Amid the pandemic and other struggles that have affected most people on Earth in recent years, there are some bright spots of hope to be found – at least according to the new World Happiness Report 2022 just published by researchers and experts.
The report is put together by the United Nations Sustainable Development Solutions Network, using data from the Gallup World Poll. This year’s report, the tenth anniversary of the survey, collected responses from approximately 1,000 respondents in each of the 156 countries that participate.
While the ongoing effects of the coronavirus outbreak have undoubtedly brought pain and suffering to many, there has also been an increase in support that people show for each other, and in expressions of benevolence, the study authors report.
“We found during 2021 remarkable worldwide growth in all three acts of kindness monitored in the Gallup World Poll,” says economist John Helliwell from the University of British Columbia in Canada.
“Helping strangers, volunteering, and donations in 2021 were strongly up in every part of the world, reaching levels almost 25 percent above their pre-pandemic prevalence.”
With disease and war continuing to impact wellbeing (the data here was collected before the conflict between Russia and Ukraine), it’s a reminder that there is still hope for humanity – that in times of trial we can come together.
“This surge of benevolence, which was especially great for the helping of strangers, provides powerful evidence that people respond to help others in need, creating in the process more happiness for the beneficiaries, good examples for others to follow, and better lives for themselves,” Helliwell says.
In terms of individual countries, the people of Finland were ranked as the happiest in 2022 – the fifth year in a row the nation has held the top spot. Denmark came in second, with Iceland, Switzerland and the Netherlands rounding out the top five.
The team behind the report suggests high trust, social cohesion, a good work-life balance, and free education and healthcare are the key reasons why the Scandinavian countries rank highly in the report every year.
While the positioning hasn’t shifted much from last year, the biggest gains in happiness were seen in Serbia, Bulgaria, and Romania. The biggest drops in happiness scores were observed in Lebanon and Venezuela, and in Afghanistan, where life continues to be difficult for many since the Taliban regained control in August 2021.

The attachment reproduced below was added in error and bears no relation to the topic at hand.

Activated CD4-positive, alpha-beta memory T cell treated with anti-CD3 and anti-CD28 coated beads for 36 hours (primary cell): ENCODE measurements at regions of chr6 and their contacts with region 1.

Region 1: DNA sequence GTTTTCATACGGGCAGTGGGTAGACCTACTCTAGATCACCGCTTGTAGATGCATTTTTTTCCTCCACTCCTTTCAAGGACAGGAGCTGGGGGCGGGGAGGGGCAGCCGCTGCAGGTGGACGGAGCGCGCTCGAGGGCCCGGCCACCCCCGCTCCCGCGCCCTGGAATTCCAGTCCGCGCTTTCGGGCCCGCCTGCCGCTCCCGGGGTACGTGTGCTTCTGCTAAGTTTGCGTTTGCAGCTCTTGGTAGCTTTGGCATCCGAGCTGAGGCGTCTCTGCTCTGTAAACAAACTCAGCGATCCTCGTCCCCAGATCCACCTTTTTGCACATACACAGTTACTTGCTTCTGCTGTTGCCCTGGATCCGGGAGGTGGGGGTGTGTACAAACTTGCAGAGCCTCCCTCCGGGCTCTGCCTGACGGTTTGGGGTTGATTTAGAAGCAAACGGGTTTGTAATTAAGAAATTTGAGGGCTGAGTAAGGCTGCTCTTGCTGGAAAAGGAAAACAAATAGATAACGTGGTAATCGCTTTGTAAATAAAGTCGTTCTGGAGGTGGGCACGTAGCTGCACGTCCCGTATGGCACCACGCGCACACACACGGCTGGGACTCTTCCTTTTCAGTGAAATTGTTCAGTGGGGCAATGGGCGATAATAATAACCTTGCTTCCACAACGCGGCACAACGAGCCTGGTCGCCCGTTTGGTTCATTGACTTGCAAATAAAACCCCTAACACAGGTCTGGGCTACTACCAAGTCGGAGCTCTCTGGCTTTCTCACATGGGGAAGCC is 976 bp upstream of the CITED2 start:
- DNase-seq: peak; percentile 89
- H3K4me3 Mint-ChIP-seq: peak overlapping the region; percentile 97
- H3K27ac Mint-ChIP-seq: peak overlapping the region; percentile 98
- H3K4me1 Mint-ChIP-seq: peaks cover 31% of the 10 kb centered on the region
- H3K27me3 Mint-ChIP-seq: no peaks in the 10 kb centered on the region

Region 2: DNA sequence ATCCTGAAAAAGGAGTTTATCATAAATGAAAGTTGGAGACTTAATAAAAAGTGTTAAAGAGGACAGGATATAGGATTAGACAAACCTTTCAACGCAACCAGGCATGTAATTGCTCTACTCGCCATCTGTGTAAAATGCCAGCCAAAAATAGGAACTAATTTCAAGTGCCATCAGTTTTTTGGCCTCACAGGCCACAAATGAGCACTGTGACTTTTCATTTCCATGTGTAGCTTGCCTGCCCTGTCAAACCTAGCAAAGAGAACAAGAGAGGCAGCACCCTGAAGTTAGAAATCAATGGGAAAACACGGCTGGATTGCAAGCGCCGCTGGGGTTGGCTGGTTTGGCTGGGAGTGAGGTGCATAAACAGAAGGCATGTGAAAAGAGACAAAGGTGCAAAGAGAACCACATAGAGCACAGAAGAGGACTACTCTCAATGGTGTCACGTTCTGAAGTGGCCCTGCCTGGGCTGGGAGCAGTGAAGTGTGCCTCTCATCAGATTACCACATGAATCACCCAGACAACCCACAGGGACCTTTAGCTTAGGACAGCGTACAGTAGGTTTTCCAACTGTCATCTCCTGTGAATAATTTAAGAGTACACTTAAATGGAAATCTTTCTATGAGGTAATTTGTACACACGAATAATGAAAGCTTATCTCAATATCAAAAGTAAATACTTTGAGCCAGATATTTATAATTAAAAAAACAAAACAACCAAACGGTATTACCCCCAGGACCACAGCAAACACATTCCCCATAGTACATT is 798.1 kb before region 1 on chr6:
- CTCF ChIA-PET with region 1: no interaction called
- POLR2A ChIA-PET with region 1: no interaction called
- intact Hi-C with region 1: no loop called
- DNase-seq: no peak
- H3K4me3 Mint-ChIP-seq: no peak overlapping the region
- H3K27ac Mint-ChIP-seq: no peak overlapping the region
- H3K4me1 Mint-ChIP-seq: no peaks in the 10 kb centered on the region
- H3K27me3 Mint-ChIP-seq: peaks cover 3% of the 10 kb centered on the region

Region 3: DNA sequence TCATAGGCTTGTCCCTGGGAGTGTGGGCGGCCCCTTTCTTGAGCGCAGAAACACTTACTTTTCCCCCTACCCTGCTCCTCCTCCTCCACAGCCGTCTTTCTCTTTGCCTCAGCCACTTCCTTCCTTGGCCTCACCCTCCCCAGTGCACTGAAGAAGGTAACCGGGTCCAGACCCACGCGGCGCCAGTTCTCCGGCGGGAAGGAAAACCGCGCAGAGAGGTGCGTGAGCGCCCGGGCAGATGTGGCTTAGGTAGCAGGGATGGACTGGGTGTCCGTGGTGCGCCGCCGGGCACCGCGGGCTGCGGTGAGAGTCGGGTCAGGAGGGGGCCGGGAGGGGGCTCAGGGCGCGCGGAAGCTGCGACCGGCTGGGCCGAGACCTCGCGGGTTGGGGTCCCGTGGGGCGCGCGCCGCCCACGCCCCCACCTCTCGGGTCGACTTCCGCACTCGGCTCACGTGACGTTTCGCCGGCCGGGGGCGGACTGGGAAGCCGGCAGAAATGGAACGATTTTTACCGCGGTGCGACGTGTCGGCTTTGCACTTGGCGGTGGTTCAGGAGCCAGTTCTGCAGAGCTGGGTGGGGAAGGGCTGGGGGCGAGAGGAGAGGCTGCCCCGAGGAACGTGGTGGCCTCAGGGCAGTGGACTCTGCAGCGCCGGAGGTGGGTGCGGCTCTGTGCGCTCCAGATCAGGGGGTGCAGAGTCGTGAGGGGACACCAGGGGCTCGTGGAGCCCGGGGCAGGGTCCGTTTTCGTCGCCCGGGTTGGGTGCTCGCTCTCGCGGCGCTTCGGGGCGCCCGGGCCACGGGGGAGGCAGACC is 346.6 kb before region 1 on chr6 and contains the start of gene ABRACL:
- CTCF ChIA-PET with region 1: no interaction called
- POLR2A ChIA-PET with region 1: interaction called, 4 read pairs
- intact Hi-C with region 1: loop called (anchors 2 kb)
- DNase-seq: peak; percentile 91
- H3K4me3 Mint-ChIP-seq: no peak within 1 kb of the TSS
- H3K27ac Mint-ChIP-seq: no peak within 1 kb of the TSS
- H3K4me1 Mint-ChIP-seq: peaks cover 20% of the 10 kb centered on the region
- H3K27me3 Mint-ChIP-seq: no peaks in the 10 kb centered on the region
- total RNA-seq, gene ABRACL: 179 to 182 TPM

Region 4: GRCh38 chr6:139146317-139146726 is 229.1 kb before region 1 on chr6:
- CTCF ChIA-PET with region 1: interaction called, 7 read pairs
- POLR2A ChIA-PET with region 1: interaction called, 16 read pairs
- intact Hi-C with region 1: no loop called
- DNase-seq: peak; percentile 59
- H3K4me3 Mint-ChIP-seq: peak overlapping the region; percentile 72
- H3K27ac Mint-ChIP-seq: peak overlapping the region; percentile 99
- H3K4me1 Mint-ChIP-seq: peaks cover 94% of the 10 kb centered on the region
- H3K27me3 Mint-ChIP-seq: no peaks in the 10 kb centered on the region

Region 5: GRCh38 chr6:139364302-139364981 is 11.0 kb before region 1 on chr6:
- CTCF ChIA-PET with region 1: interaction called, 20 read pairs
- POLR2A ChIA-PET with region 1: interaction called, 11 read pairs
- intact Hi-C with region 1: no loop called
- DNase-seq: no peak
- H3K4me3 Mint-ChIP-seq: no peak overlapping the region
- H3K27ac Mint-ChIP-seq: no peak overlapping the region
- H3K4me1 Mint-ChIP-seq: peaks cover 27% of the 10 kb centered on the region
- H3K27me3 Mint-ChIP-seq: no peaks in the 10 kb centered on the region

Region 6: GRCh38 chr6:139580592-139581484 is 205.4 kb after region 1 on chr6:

“At the very bottom of the ranking we find societies that suffer from conflict and extreme poverty,” says economist Jan-Emmanuel De Neve from the University of Oxford in the UK.
“Notably we find that people in Afghanistan evaluate the quality of their own lives as merely 2.4 out of 10. This presents a stark reminder of the material and immaterial damage that war does to its many victims and the fundamental importance of peace and stability for human wellbeing.”
Stress, worry, and sadness have increased overall, the researchers report, with the pandemic in particular having a “tangible impact” on lives and happiness. Future concerns are likely to focus around war, rises in the cost of living, and the shifts happening due to the climate crisis.
Different attitudes are revealed in different age groups. Among the young, for example, life satisfaction has fallen – but it has also risen in the over-60s. However, overall there has been a slight long-term decline in the enjoyment of life in most countries.
The World Happiness Report is intended to promote happiness and wellbeing as well as report on it. While researchers continue to discover new insights into what makes us happy, our happiness or lack of it still depends largely on environmental factors and what’s going on around us.
While conflict, disease, poverty, and inequality continue to be major problems in 2022, the researchers suggest there’s plenty of potential for taking better care of ourselves, whether that’s at the level of governments or individual actions.
“Acts of kindness and generosity can help us cope in difficult times by giving us a sense of purpose, something practical to focus on and showing the strength of the human spirit,” explains Mark Williamson, CEO of the charity Action for Happiness.
“We can build good mental health by taking positive action to help others.”
To see the report in full, check out the World Happiness Report website.